John A. Marcille

John A. Marcille

As we were putting this issue of Managed Care to bed late last month, the U.S. Supreme Court issued an opinion with important implications for our readers. In upholding states' authority to impose third-party review of HMO coverage denials, the high court sought to resolve conflicting decisions by two appellate courts about the legality of such laws in Illinois and Texas.

HMOs, the court ruled 5–4, have all but assumed the role of insurer, thus putting them under the realm of state regulation. Health plans — which, intuitively, would seem to support any measure intended to stop disputes from growing into full-blown lawsuits — groused that the opinion makes it harder to operate in multiple states, whose disparate regulatory standards are a challenge.

Plans' hands are full with potential avenues for liability. Capitation is at the heart of suits filed in U.S. District Court on behalf of physicians and health plan members. Seven HMOs that capitate physicians are accused of conspiring to withhold necessary care, in violation of RICO, the Racketeer Influenced and Corrupt Organizations Act. The 11th Circuit Court of Appeals will decide whether the HMOs are open to racketeering claims.

The multiple dimensions of capitation's slump, reported in this month's cover story, seem to be a touchy subject for HMOs, many of which were loath to go on the record for this story. Among national health plans, Anthem and PacifiCare declined requests for interviews, and Cigna and Aetna ignored them altogether.

Capitation may be down, but it's not out. If you believe that cap is an incentive to provide too little care, then you must believe that fee-for-service is an incentive to provide too much of it. If plans are to keep coverage decisions reasonable and fair, they'll need tools that involve physicians and patients in the decision-making process. Capitation is one of those.


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There’s a lot more going on in health care than mergers (Aetna-Humana, Anthem-Cigna) creating huge players. Hundreds of insurers operate in 50 different states. Self-insured employers, ACA public exchanges, Medicare Advantage, and Medicaid managed care plans crowd an increasingly complex market.

Major health care players are determined to make health information exchanges (HIEs) work. The push toward value-based payment alone almost guarantees that HIEs will be tweaked, poked, prodded, and overhauled until they deliver on their promise. The goal: straight talk from and among tech systems.

They bring a different mindset. They’re willing to work in teams and focus on the sort of evidence-based medicine that can guide health care’s transformation into a system based on value. One question: How well will this new generation of data-driven MDs deal with patients?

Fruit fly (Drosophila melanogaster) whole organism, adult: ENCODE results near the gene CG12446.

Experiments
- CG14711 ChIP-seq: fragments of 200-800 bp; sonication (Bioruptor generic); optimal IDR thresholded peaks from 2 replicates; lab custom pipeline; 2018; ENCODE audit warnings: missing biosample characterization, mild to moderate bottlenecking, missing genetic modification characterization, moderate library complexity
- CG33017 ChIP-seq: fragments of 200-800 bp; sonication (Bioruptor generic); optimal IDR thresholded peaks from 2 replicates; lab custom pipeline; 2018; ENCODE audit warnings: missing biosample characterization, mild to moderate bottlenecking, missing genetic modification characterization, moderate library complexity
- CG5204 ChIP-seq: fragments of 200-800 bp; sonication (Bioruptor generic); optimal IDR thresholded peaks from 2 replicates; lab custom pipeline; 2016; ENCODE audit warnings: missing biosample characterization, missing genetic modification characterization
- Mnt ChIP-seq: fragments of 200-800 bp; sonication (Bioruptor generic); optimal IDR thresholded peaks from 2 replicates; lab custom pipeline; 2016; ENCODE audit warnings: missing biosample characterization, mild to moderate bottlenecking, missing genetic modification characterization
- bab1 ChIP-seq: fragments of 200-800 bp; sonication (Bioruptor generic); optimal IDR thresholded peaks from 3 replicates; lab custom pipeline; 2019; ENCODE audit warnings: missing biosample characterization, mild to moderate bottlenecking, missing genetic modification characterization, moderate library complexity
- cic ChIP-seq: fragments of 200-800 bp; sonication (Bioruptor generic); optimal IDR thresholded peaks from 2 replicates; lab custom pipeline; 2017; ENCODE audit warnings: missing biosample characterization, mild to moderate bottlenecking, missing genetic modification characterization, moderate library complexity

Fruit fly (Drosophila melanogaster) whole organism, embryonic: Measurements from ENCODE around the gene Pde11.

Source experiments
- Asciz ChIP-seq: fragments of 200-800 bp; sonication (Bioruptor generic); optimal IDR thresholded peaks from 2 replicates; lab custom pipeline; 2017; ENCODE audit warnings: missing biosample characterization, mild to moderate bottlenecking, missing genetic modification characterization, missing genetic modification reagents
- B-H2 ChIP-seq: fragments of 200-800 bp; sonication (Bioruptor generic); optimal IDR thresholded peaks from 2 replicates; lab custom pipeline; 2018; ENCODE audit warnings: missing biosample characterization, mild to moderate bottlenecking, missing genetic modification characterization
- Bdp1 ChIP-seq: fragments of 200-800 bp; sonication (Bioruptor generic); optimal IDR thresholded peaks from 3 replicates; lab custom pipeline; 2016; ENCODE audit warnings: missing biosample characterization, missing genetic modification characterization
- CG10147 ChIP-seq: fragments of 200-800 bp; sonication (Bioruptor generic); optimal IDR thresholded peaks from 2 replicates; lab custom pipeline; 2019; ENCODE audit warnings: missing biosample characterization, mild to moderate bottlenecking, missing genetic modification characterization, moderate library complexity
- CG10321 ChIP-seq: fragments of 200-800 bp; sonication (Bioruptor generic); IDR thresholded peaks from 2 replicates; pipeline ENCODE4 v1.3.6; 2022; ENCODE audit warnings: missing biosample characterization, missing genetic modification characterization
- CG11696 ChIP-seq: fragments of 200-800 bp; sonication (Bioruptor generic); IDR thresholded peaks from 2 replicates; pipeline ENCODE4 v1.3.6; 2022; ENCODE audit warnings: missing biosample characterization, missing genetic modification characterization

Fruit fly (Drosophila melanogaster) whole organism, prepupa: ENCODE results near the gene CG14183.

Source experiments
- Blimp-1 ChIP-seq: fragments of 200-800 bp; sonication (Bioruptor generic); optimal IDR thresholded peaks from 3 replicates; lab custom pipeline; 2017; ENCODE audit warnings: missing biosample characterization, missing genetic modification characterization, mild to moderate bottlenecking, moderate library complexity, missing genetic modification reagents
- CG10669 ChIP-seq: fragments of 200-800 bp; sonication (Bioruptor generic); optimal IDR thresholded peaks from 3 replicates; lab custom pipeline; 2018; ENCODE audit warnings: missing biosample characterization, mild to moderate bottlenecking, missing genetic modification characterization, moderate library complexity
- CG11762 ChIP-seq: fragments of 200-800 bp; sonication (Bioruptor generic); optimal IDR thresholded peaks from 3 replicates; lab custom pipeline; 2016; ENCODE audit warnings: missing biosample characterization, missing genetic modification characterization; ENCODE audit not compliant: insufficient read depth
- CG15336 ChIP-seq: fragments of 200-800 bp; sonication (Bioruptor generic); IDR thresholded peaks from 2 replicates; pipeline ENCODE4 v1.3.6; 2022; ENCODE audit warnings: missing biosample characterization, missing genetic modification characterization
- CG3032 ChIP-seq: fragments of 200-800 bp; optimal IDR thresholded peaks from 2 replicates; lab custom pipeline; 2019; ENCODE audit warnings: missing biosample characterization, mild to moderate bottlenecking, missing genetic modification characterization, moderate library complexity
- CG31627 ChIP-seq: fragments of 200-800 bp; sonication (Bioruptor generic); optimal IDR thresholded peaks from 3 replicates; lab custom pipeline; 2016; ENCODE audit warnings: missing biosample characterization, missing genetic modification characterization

The surge of new MS treatments have been for the relapsing-remitting form of the disease. There’s hope for sufferers of a different form of MS. By homing in on CD20-positive B cells, ocrelizumab is able to knock them out and other aberrant B cells circulating in the bloodstream.

A flood of tests have insurers ramping up prior authorization and utilization review. Information overload is a problem. As doctors struggle to keep up, health plans need to get ahead of the development of the technology in order to successfully manage genetic testing appropriately.

Having the data is one thing. Knowing how to use it is another. Applying its computational power to the data, a company called RowdMap puts providers into high-, medium-, and low-value buckets compared with peers in their markets, using specific benchmarks to show why outliers differ from the norm.
Competition among manufacturers, industry consolidation, and capitalization on me-too drugs are cranking up generic and branded drug prices. This increase has compelled PBMs, health plan sponsors, and retail pharmacies to find novel ways to turn a profit, often at the expense of the consumer.
The development of recombinant DNA and other technologies has added a new dimension to care. These medications have revolutionized the treatment of rheumatoid arthritis and many of the other 80 or so autoimmune diseases. But they can be budget busters and have a tricky side effect profile.

Shelley Slade
Vogel, Slade & Goldstein

Hub programs have emerged as a profitable new line of business in the sales and distribution side of the pharmaceutical industry that has got more than its fair share of wheeling and dealing. But they spell trouble if they spark collusion, threaten patients, or waste federal dollars.

More companies are self-insuring—and it’s not just large employers that are striking out on their own. The percentage of employers who fully self-insure increased by 44% in 1999 to 63% in 2015. Self-insurance may give employers more control over benefit packages, and stop-loss protects them against uncapped liability.